This is a fun little essay, eye-opening and mind-changing. The whig interpretation of history is one that we’re all familiar with, even if we’re not aware of it: that all of history led up to this moment; that anything which seems to further the advance toward this moment is perceived as positive, while those who opposed the advance to this moment are perceived as standing in the way of history’s great upward march; and that, indeed, history can be perceived as an advance, with our progressive existence being the pinnacle of historical development.
There are many problems with this approach, but the main one is that it allows us to shirk our responsibility toward understanding events as they happened. If (this is the example Butterfield spends the most time on) we perceive the Protestant Reformation as the inevitable toppling of a Catholic Church that had become corrupt and repressive, then we view Martin Luther as a hero, and we view 16th-century popes as necessarily evil and opposed to progress. We follow along this line far enough and we end up with Max Weber telling us that Protestantism is the necessary substrate that allows modern capitalism to exist.
If, instead, we understand Luther as he was, we need to confront the fact that, had he stepped in a time machine and seen the anarchy that the Reformation begat, he would surely have apologized and begged for mercy; the world he sought was one of greater orthodoxy; he surely believed that Catholicism’s problem was insufficient adherence to true belief. There’s nothing inherent in Protestant practice that makes it less rigid or less dogmatic than the One, Holy, Catholic, and Apostolic Church.
A historian’s job, according to Butterfield, is to tease out the ways that historical change happens, and to understand the role of historical contingency: but for this chance event, things could have turned out far differently than they did. And the contingencies rest on the actions of men and women who were trying to make the best of the complex, fluid situations they faced. Understanding why they did what they did in the context of their times, and how they contributed to historical change, is the historian’s job — not to interpret yesterday in the light of today.
Butterfield would seem to stand with Karl Popper (he of [book: The Open Society and Its Enemies] fame) in denying the possibility of something called ‘historical law’. One optimistic reason to try to discover these laws is that we can then, presumably, use the past to guide the future. Popper would tell us that there are no such laws. Butterfield would also tell us that there are no such laws, and that the historian’s job isn’t to find them, either. The historian’s job is to develop historical imagination and historical empathy. That job is quite hard enough; anything more is beyond the historian’s competence.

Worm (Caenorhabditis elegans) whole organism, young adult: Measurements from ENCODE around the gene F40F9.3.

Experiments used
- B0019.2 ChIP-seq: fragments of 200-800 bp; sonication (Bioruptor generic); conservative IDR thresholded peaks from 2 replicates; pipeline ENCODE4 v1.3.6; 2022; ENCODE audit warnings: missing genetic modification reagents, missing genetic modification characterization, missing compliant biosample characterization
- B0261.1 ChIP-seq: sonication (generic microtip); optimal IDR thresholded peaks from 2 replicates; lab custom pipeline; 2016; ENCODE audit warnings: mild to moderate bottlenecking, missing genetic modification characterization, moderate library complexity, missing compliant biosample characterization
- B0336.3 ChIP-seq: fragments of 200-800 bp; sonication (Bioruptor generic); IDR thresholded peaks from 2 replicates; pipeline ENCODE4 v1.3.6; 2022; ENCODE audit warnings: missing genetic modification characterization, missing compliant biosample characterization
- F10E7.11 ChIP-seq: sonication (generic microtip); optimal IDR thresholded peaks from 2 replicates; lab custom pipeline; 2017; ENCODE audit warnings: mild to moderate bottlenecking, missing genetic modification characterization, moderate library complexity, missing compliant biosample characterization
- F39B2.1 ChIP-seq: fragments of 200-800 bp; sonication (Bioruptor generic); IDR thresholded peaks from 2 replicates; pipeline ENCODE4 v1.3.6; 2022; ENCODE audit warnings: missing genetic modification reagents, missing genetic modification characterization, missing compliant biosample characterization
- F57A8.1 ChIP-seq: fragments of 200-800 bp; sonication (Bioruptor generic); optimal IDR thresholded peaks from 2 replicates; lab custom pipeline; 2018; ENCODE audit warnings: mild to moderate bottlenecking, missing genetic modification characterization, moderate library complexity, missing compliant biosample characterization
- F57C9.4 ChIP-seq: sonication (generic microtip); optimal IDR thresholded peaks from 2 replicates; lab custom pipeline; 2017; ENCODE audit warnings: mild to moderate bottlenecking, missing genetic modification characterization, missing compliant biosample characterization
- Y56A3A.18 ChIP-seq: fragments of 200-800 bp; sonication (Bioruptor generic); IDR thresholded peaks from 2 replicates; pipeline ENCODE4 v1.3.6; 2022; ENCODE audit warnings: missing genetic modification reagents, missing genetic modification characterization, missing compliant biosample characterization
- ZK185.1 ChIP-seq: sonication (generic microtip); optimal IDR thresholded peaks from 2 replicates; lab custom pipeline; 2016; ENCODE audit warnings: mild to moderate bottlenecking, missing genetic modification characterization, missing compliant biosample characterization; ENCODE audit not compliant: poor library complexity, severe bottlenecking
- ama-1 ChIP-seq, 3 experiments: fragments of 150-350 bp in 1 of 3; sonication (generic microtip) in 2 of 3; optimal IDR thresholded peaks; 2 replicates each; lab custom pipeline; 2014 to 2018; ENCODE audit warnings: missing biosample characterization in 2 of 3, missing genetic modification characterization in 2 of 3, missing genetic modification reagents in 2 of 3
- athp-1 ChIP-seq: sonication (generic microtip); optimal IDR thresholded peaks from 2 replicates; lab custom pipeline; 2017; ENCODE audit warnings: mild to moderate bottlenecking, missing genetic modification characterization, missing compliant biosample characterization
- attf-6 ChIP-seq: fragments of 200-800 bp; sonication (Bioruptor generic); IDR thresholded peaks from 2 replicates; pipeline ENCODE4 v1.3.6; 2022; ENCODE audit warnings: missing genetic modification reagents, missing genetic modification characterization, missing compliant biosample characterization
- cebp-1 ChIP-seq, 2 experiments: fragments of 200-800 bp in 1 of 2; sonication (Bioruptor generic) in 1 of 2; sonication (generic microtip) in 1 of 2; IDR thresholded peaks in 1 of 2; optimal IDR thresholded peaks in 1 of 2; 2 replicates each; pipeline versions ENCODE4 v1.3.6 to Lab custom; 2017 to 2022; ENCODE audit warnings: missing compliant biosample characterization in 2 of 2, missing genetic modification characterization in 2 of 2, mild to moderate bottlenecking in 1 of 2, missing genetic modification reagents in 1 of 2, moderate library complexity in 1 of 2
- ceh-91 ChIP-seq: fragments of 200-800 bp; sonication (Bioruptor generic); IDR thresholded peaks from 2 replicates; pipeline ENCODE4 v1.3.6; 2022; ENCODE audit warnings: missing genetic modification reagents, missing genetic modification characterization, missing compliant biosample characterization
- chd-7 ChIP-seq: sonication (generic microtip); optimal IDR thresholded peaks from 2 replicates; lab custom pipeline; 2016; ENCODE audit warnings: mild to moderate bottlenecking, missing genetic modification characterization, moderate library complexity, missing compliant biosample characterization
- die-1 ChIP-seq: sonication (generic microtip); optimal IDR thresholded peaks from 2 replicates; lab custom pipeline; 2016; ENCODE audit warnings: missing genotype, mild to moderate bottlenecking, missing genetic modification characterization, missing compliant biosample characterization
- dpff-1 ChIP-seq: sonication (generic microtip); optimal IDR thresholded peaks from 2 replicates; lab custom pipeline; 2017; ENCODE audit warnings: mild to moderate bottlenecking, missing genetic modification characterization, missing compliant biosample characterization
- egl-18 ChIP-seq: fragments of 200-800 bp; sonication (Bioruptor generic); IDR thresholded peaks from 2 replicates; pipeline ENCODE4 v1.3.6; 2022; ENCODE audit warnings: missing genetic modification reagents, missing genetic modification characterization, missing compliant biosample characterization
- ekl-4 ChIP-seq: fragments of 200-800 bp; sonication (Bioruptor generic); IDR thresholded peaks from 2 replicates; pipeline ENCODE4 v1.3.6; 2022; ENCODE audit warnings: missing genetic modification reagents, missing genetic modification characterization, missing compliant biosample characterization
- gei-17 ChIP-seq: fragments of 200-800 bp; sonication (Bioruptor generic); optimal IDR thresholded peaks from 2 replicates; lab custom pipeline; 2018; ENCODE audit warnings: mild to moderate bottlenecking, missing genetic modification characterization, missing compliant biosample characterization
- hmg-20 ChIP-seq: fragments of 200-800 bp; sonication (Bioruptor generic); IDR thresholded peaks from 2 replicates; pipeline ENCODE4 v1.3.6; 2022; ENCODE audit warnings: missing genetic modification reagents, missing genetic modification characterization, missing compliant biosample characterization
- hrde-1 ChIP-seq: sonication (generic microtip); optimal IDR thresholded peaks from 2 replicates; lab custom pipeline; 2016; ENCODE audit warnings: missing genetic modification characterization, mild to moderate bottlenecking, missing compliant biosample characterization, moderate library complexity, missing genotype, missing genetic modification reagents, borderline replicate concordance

Butterfield wrote his book in 1931, a few years before the final German catastrophe. I can’t help but think that, had he written it 14 years later, he would be more sympathetic to those who see the nightmares of the past and hope desperately to prevent them. He’d probably still think it was a fool’s errand, but there’d maybe be some more gravity to it. [book: The Whig Interpretation of History] was mostly focused on, well, the whigs, and the long-since-concluded battle between Protestants and Catholics; I wonder whether this historiographical fracas seemed important, but fundamentally innocent and remote.
Then again, maybe Butterfield 14 years later would have held up the Nazis as examples in support of his thesis: history is not an ever-upward march, and historical contingencies large or small can lead to unpredictable outcomes.
I don’t know what Butterfield would have said. I could probably research what he said; the man died in 1979. In the absence of that, I could put myself into his shoes and write [book: The World War II Rebuttal To The Whig Interpretation of History].